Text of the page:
Benton Harbor's water lead levels drop, but still at federal action level: state agency
Lead levels have fallen in Benton Harbor's drinking water in the latest half-year sampling, but are still at the federal action level, state officials said Wednesday — a level that experts have said remains unsafe.
Water samples from 63 homes from August to November showed the 90th percentile was at 15 parts per billion, according to the Michigan Department of Environment, Great Lakes and Energy. The southwest Michigan city has exceeded the federal standard for three straight years, starting at 22 ppb in 2018 and 24 ppb in the last sampling for the first half of this year.
Public health experts have said no level of lead in drinking water is safe.
State and city officials treated Benton Harbor's drinking water with a corrosion chemical blend that failed to control harmful levels of lead for more than two years before the latest results.
The August-November samples showed that the results ranged from no lead detection to 48 ppb, which state officials described as a "significant reduction from high levels" found in previous sampling periods. Six samples, they added, still had more 15 ppb in the water tested.
"This is encouraging news, an indication that corrosion control treatment is taking hold and reducing the amount of lead getting into the water," said Eric Oswald, director of EGLE’s Drinking Water and Environmental Health division, in a statement. "This does not lessen the urgency around our continuing efforts to assist the city in aggressively reducing lead exposure through lead service line replacement, corrosion control and working to overcome aging infrastructure challenges.
Benton Harbor has had three straight years of lead results exceeding federal and state standards since 2018, which then triggered six-month rounds of testing to measure the lead in the drinking water in the impoverished city of nearly 10,000 residents.
Oswald said corrosion control treatment used in Benton Harbor is done by introducing phosphate into the water supply to coat the lead service lines and fixtures, which reduces the amount of lead that dissolves when water passes through those materials.
The corrosion control treatment had been criticized by environmentalists and water quality experts because the lead levels in Benton Harbor had been rising. It also was the subject of a scathing petition to the Environmental Protection Agency that criticized EGLE for not safeguarding the drinking water for residents or declaring an emergency.
The filing was followed by a pledge from Michigan Gov. Gretchen Whitmer's administration to spend millions of dollars to expedite lead pipe removals in hopes of lowering the lead levels faster.
The Detroit News reported last week that the consulting firm operating Benton Harbor's water treatment plant ordered additional water samples at homes in the first half of 2021 after lead testing through May showed the highest level of lead in three years in the city's drinking water.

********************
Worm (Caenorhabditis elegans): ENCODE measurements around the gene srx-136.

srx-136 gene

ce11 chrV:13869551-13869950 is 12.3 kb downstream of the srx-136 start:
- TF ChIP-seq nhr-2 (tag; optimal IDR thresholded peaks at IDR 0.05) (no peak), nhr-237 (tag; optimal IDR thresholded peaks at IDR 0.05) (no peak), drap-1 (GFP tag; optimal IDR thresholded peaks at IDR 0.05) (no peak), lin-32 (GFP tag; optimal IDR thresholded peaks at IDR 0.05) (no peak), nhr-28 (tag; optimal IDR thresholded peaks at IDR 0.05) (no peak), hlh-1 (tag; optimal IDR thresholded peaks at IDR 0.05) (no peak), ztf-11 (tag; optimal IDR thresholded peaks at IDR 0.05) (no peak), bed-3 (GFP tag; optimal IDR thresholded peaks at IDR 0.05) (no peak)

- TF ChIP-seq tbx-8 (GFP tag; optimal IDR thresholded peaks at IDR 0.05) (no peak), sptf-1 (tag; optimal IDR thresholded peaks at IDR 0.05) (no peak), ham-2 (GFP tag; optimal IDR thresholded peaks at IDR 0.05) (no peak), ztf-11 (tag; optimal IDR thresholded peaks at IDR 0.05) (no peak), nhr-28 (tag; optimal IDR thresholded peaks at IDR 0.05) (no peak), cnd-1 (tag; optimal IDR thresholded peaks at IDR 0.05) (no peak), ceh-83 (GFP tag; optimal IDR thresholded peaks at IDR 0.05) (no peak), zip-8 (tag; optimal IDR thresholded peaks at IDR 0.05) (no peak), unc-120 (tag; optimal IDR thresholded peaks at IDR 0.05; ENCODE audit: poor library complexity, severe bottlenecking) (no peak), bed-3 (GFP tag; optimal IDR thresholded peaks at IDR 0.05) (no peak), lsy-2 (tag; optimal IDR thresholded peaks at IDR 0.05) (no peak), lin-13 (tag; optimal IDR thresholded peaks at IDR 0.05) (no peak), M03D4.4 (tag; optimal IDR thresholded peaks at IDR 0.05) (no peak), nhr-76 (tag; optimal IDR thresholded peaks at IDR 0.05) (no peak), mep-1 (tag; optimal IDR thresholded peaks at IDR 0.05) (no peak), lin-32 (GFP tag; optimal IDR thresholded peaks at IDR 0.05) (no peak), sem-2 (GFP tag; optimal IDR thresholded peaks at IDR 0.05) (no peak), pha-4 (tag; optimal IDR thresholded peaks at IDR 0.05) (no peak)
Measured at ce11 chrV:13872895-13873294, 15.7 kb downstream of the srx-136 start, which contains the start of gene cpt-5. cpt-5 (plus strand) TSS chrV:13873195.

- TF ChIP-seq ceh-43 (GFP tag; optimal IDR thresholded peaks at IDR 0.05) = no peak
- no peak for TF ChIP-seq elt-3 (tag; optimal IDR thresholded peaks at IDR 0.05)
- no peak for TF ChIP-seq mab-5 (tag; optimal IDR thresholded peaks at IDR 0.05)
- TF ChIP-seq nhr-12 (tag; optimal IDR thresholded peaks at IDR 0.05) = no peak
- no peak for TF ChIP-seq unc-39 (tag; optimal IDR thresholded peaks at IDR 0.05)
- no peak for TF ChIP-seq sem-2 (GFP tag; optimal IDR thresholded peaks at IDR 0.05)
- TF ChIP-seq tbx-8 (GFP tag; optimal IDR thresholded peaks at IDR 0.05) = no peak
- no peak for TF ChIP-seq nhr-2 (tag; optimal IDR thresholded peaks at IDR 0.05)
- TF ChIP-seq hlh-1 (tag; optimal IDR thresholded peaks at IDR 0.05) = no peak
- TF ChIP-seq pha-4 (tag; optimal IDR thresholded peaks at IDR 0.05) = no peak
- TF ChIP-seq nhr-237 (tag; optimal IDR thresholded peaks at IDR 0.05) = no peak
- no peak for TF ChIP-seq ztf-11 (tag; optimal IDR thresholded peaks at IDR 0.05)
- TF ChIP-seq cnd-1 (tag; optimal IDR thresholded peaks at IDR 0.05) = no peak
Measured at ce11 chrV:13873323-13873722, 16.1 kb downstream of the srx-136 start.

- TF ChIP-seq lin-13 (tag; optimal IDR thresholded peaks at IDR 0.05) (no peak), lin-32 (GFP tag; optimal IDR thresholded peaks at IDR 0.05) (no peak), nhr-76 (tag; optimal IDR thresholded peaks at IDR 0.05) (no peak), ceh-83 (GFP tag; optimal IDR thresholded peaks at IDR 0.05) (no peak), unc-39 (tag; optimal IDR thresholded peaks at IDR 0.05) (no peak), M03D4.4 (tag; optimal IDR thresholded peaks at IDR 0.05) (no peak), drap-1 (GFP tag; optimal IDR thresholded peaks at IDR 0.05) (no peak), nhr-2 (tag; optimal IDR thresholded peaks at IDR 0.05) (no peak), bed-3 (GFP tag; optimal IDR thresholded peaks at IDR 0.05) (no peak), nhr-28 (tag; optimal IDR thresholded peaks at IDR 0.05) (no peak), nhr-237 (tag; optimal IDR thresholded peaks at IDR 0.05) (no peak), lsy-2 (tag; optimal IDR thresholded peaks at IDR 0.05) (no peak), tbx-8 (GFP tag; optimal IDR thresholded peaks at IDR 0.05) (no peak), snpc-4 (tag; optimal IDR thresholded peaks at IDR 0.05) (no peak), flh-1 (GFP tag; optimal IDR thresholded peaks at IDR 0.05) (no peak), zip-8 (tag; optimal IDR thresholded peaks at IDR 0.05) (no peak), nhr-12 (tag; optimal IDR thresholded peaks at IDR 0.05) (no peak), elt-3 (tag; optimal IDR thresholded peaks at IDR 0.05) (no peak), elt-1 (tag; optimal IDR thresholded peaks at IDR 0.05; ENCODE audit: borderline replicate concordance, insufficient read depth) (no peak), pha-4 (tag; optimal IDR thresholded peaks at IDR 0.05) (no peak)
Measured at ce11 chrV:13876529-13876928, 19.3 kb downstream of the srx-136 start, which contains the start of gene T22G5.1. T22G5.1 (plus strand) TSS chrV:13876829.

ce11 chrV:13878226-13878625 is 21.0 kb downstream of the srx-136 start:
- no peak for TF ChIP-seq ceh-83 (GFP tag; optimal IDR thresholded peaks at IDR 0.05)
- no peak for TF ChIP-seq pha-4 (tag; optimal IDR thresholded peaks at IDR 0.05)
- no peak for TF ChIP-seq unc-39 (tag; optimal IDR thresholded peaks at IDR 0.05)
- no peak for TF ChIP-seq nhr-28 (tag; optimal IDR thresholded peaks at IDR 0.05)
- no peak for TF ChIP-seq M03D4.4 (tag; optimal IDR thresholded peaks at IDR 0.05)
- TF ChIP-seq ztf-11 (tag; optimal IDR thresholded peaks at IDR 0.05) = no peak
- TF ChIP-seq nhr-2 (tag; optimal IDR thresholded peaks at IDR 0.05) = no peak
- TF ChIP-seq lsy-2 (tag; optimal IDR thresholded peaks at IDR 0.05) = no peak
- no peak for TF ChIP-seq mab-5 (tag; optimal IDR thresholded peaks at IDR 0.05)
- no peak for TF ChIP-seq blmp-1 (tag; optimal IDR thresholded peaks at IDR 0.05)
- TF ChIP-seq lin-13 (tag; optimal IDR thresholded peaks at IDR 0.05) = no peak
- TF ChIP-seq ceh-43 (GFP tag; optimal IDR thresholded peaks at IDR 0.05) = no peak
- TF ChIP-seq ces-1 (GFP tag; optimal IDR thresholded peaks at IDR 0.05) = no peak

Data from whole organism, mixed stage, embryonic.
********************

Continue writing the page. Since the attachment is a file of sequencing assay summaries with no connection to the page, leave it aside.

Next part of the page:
The resampling reduced the initial result of 33 ppb to 24 ppb, a trajectory level from the previous six-month testing period.
The city of Benton Harbor didn't do any resampling this time, EGLE spokesman Scott Dean said in a Wednesday email.
The state discarded three samples from the 90th percentile calculation because one home (no lead detection) already had replaced its lead service line, another sample (no lead detection) wasn't preserved for 14 days as required by federal rules and the last was a duplicate sample from the same residence, Dean said. The highest lead result of the two was used in the calculation, he added.
The compressed testing period isn't unusual, Dean said.
"As a general rule we encourage water systems to front end load their sampling efforts to early in the monitoring period so they have extra time if EGLE identifies issues that may require additional samples to be drawn to reach the number of Tier 1 sites required under the rule," he said in the email.
Rev. Edward Pinkney, whose Benton Harbor Community Water Council group had previously collected drinking water samples since 2019, said he’s concerned because he believes the city and state are “cherry-picking” houses to sample to show lower lead levels based on the first-half results. “There’s not a doubt in my mind,” Pinkney said.
“Even at 15 parts per billion, I wouldn’t be jumping up and down at that,” he said. “Fifteen is high. We don’t know how you sampled the houses. We don’t know if you went to homes with higher levels of lead."
Pinkney argued the state is working toward taking people off of bottled water too early before the water is safe to drink. The state hasn't announced any end to bottled water deliveries.
"We appreciate the work of the experts at EGLE and the care that was taken in making sure the samples were collected the right way and that the tests were done properly," Benton Harbor Mayor Marcus Muhammad said in a statement. "We are making progress in our work and this instills more confidence in the process we are following."